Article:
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It started in March of 2020, when, a couple of days after losing Brady, the Pats landed Adrian Phillips, who’d been an All-Pro special teams talent with the Chargers, but has thrived as a heart-of-the-defense safety throughout his two-year, $6 million stint with New England. Later that spring they further fortified the secondary through the draft, choosing another safety in Kyle Dugger.

That was no slam-dunk choice. The Pats initially traded down, then took Dugger, at age 24, out of Division II Lenoir-Rhyne University. His interception Sunday was his third in the past five weeks, and both he and Phillips are playing more than 81 percent of the Patriots’ defensive snaps this season.

As part of trading down, not only did the Patriots wind up with Dugger, but they also acquired the necessary capital to also spend a second-round pick on Josh Uche, whose three sacks are second on the team to this point. The next day, Belichick took a pair of sixth-round picks and used them to move up 30 spots so he could draft Uche’s college teammate, Michael Onwenu. Playing both guard and tackle, he would go on to start all 16 games as a rookie and earn a spot on the Pro Football Writers Association’s all-rookie team.

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With that, the restocking of the cabinets had begun — but the shelves were still pretty bare, as evidenced by 2020’s 7-9 record. To quickly get his team back to a point where it could legitimately compete, rather than proceed through a progressive rebuild, Bill the GM needed to be bold. As importantly, he needed to be right.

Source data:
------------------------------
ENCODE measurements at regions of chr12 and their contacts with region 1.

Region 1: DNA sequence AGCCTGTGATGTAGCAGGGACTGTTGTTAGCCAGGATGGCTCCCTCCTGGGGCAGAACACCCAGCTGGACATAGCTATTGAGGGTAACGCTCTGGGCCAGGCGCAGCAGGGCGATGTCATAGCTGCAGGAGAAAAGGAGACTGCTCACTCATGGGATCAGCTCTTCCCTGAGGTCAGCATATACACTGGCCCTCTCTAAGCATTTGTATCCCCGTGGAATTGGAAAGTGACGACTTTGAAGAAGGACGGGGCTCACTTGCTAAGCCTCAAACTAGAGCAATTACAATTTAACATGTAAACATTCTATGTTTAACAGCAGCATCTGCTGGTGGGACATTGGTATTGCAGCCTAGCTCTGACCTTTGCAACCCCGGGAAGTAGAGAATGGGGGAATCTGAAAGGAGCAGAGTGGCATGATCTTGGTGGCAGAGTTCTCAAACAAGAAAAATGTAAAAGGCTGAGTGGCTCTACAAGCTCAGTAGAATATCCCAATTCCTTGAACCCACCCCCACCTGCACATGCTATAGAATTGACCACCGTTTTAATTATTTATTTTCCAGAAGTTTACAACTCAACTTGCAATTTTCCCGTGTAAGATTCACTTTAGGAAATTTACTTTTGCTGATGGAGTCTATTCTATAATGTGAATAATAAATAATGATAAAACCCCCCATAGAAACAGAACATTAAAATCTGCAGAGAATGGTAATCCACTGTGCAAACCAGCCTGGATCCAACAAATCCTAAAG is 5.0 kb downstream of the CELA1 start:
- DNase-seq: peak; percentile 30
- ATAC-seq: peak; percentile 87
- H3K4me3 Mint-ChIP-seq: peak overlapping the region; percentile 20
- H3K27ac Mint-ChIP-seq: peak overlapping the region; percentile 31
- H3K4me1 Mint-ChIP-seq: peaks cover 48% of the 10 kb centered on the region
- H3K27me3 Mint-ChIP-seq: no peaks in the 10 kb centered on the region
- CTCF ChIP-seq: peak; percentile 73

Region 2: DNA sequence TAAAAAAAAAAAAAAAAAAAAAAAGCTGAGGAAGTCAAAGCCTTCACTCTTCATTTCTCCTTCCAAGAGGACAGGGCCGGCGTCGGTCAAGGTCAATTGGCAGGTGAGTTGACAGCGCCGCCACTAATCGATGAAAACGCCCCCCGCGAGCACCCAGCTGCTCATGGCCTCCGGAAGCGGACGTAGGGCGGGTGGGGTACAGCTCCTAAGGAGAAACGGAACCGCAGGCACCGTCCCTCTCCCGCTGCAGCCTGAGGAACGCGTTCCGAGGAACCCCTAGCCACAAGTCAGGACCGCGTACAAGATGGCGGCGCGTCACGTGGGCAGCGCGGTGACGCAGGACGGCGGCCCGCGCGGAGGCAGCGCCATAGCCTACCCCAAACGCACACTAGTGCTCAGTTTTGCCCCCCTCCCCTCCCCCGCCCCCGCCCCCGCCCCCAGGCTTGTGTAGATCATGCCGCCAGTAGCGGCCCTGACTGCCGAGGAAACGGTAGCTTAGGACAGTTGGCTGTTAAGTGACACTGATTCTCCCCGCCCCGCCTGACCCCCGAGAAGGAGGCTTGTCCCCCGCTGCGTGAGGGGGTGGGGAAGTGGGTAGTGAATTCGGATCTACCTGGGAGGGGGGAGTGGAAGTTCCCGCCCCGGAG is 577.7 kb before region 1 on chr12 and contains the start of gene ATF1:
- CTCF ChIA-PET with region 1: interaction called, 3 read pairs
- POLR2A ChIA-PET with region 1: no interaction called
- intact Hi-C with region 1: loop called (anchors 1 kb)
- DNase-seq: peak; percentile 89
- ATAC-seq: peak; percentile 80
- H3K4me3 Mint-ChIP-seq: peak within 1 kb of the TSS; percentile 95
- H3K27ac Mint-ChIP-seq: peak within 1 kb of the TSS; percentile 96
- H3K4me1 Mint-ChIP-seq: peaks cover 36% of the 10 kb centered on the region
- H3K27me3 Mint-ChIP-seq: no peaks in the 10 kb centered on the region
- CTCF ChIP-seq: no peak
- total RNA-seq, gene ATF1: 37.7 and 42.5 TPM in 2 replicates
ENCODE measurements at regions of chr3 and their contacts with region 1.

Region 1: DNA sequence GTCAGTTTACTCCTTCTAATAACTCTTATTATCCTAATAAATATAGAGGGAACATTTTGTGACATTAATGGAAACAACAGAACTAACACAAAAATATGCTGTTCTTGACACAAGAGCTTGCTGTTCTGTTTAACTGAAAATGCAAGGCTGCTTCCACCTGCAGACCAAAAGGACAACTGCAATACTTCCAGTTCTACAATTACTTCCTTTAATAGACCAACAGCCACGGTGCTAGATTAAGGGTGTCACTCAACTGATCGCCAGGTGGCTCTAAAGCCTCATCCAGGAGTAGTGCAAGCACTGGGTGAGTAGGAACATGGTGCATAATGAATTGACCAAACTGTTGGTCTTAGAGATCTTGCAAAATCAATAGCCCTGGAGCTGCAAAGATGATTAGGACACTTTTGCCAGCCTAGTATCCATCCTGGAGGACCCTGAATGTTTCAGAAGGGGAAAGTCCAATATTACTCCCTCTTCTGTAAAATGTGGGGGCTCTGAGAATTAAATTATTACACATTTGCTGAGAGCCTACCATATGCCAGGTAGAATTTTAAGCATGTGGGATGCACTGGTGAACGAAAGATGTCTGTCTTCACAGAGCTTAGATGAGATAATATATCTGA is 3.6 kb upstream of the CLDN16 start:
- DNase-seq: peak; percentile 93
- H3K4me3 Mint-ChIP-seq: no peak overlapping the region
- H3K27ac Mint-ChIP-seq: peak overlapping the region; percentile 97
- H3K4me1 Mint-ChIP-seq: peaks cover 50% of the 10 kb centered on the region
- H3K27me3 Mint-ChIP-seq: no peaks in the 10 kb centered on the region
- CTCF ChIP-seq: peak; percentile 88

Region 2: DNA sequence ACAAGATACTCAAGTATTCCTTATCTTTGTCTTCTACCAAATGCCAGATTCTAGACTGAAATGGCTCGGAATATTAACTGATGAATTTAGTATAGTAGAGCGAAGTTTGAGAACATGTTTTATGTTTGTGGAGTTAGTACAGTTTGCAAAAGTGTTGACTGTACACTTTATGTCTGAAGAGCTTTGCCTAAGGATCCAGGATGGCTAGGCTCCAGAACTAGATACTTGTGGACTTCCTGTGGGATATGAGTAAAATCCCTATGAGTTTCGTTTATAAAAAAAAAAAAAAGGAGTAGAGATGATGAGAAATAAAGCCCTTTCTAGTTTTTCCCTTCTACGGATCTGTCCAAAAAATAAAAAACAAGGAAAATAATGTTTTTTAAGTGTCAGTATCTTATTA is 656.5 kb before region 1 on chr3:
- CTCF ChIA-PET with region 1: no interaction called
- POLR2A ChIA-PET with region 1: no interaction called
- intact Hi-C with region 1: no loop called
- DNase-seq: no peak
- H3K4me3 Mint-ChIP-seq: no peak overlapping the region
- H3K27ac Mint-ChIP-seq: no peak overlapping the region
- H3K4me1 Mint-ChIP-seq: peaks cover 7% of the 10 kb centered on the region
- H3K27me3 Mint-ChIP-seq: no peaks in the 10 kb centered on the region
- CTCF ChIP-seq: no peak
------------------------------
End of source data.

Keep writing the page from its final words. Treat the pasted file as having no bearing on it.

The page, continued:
Ten games in, it looks like he was both.

The Patriots’ offseason makeover made splashy headlines in the early days of free agency, when New England crashed the scene looking to make it rain. It marked a departure from the team’s typical mode of operation, but thus far it’s worked. Linebacker Matt Judon looks like a perfect fit for Foxborough. Tackle Davon Godchaux and cornerback Jalen Mills have both been mainstays for what has grown into a top-five defense. Tight end Hunter Henry has emerged as a huge asset in the red area. And, most recently on Sunday, Kendrick Bourne has looked like the fast, physical playmaker Jonnu Smith was supposed to be.

There’s still time for Smith and Nelson Agholor to figure it out; both possess more than enough physical ability to make the production match the paycheck before the season’s out. Either way, the headlines were justified. The Pats’ plunge into free agency looks like it paid off.